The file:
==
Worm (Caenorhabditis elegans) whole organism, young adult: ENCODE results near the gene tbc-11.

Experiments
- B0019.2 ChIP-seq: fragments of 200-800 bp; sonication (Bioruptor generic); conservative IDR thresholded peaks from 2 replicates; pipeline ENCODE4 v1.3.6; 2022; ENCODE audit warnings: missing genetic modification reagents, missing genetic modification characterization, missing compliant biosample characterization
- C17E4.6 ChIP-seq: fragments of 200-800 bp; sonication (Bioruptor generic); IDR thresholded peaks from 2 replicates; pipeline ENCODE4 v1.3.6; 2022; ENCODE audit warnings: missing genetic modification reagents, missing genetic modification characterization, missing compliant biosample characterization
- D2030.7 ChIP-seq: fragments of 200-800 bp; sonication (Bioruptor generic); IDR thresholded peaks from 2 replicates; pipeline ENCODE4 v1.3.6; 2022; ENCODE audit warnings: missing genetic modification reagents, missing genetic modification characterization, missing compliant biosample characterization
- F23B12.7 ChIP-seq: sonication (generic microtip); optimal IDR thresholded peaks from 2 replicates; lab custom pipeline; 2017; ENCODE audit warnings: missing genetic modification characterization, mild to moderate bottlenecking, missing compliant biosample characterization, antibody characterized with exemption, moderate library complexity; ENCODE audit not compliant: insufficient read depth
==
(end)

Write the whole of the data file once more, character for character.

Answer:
Worm (Caenorhabditis elegans) whole organism, young adult: ENCODE results near the gene tbc-11.

Experiments
- B0019.2 ChIP-seq: fragments of 200-800 bp; sonication (Bioruptor generic); conservative IDR thresholded peaks from 2 replicates; pipeline ENCODE4 v1.3.6; 2022; ENCODE audit warnings: missing genetic modification reagents, missing genetic modification characterization, missing compliant biosample characterization
- C17E4.6 ChIP-seq: fragments of 200-800 bp; sonication (Bioruptor generic); IDR thresholded peaks from 2 replicates; pipeline ENCODE4 v1.3.6; 2022; ENCODE audit warnings: missing genetic modification reagents, missing genetic modification characterization, missing compliant biosample characterization
- D2030.7 ChIP-seq: fragments of 200-800 bp; sonication (Bioruptor generic); IDR thresholded peaks from 2 replicates; pipeline ENCODE4 v1.3.6; 2022; ENCODE audit warnings: missing genetic modification reagents, missing genetic modification characterization, missing compliant biosample characterization
- F23B12.7 ChIP-seq: sonication (generic microtip); optimal IDR thresholded peaks from 2 replicates; lab custom pipeline; 2017; ENCODE audit warnings: missing genetic modification characterization, mild to moderate bottlenecking, missing compliant biosample characterization, antibody characterized with exemption, moderate library complexity; ENCODE audit not compliant: insufficient read depth